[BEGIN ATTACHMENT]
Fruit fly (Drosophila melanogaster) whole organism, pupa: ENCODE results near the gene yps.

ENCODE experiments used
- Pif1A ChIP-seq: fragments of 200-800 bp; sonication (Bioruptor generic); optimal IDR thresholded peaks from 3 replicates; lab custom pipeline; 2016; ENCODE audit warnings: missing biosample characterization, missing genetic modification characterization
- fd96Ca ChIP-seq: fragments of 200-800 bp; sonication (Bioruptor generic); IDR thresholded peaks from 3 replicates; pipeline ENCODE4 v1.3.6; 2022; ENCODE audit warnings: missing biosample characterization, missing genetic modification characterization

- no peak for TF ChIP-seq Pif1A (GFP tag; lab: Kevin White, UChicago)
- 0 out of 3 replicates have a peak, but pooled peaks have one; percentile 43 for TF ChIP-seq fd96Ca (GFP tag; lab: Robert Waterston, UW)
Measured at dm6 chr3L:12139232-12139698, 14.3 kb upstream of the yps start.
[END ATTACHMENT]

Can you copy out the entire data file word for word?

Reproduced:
Fruit fly (Drosophila melanogaster) whole organism, pupa: ENCODE results near the gene yps.

ENCODE experiments used
- Pif1A ChIP-seq: fragments of 200-800 bp; sonication (Bioruptor generic); optimal IDR thresholded peaks from 3 replicates; lab custom pipeline; 2016; ENCODE audit warnings: missing biosample characterization, missing genetic modification characterization
- fd96Ca ChIP-seq: fragments of 200-800 bp; sonication (Bioruptor generic); IDR thresholded peaks from 3 replicates; pipeline ENCODE4 v1.3.6; 2022; ENCODE audit warnings: missing biosample characterization, missing genetic modification characterization

- no peak for TF ChIP-seq Pif1A (GFP tag; lab: Kevin White, UChicago)
- 0 out of 3 replicates have a peak, but pooled peaks have one; percentile 43 for TF ChIP-seq fd96Ca (GFP tag; lab: Robert Waterston, UW)
Measured at dm6 chr3L:12139232-12139698, 14.3 kb upstream of the yps start.